Monday, December 12, 2011

Revision Tip: Scenes as Building Blocks

For the month of December, I really need to concentrate on my novel revisions. So instead of my usual Marvelous Middle Grade Monday and ABCs of Writing Middle Grade Fiction I'll be posting short revision tips from various sources.

Today's Tip:

Each scene is a step towards the final big event that happens at the end of the story.

Can you tell I’ve been learning from The Plot Whisperer? One of the things I do as I revise is to check my story, scene by scene, to make sure each scene has a purpose.

I also think about the characters in each scene, what their goals are for that scene and how the scene contributes to their overall goal. I’ve been noticing some interesting ways my character’s goals interact, leading to scenes that have more than one purpose in the story. Watch for:

- scenes with no apparent purpose:  they need to be cut or amped up (even if the writing is amazing)

- scenes where too much is happening: sometimes they need to be broken up

- scenes that repeat in terms of the pattern of events or structure 

Cool Quote:

 “…it wasn’t until I learned to see scenes on a micro level—as needing goals, obstacles and turning points of their own—that I became a publishable writer.”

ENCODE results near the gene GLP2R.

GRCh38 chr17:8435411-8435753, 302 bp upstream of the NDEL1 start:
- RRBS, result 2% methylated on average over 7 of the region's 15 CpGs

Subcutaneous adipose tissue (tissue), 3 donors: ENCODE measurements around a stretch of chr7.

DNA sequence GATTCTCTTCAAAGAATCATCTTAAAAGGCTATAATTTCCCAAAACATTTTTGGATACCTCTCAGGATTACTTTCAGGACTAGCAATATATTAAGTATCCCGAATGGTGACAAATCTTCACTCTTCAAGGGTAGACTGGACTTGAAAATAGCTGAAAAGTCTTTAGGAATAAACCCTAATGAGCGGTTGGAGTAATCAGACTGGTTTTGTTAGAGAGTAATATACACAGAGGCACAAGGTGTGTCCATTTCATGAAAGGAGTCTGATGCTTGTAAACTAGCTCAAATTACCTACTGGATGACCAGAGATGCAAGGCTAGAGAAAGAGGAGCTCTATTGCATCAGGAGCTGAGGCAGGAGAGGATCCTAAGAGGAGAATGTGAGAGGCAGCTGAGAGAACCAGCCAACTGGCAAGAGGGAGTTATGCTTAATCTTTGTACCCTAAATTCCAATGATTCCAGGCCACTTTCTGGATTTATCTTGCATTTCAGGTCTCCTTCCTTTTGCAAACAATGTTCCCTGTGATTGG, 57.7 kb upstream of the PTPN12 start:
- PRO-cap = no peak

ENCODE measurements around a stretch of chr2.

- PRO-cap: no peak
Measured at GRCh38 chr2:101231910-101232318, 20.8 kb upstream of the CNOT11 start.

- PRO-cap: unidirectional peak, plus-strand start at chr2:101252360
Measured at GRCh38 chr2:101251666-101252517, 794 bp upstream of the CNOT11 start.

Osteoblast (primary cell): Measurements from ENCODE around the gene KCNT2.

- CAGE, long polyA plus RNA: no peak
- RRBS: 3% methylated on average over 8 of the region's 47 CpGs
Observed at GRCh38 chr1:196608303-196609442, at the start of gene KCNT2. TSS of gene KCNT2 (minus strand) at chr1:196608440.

Lena Coakley,Some Thoughts on Scene Structure, posted on her blog November 30, 2011.

6 comments:

  1. I've had to cut many a scene where I love it but it wouldn't be missed. So hard to do!

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  2. This one of those things I know, but I haven't sat down to go through my ms scene by scene to analyze it. I think it's time to do that! :)

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  3. Alison, it's a lot of work, but I think it's worth it.

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  4. THat's a very cool quote - so true! I'm learning to devote a round of revisions just to this purpose :)

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  5. Excellent point. Such a good reminder. I love your blog because you always give such great advice!

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  6. I am going to use what you've said to help me structure the picture book I'm writing. Each spread has to move the story along. Thanks, Andrea.

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